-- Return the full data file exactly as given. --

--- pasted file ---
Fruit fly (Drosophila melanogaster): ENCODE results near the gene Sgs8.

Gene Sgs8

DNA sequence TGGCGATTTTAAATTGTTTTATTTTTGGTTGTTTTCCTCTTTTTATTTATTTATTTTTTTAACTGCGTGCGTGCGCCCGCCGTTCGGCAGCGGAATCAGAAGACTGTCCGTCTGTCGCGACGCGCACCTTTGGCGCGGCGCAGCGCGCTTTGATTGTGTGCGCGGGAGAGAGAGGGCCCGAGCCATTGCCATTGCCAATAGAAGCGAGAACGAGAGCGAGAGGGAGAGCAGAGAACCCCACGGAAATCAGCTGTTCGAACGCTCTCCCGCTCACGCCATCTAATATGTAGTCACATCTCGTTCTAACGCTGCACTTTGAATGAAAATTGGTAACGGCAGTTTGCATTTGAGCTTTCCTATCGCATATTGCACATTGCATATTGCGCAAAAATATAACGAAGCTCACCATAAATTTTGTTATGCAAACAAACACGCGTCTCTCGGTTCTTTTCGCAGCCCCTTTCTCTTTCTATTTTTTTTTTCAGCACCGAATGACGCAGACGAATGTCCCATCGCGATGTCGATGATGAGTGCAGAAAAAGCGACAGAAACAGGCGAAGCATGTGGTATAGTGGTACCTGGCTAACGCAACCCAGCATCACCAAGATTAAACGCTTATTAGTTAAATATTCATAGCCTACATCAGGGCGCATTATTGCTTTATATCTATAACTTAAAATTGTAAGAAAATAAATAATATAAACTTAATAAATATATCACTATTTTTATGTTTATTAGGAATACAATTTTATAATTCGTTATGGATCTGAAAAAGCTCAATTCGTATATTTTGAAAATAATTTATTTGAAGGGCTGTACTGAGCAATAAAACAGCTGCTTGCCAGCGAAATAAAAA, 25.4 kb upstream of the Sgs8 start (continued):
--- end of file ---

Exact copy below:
Fruit fly (Drosophila melanogaster): ENCODE results near the gene Sgs8.

Gene Sgs8

DNA sequence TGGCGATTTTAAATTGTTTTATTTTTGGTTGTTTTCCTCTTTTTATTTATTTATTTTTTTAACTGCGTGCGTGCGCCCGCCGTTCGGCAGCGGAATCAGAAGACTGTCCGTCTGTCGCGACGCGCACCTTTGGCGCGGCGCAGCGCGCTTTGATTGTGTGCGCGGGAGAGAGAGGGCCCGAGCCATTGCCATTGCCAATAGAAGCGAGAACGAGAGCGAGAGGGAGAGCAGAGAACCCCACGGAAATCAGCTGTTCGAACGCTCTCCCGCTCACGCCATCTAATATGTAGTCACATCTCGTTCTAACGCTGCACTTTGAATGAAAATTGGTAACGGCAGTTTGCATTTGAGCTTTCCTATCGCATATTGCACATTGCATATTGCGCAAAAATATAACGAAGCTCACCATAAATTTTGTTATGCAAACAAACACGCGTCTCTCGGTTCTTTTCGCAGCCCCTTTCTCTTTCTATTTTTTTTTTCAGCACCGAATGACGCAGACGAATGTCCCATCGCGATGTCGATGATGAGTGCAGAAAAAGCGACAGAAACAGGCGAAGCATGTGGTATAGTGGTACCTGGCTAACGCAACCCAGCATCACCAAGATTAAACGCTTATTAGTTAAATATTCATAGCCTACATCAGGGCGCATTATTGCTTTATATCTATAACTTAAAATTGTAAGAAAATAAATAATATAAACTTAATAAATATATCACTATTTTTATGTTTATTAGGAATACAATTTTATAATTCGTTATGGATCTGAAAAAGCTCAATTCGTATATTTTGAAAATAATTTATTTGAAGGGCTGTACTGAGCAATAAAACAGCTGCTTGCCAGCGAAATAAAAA, 25.4 kb upstream of the Sgs8 start (continued):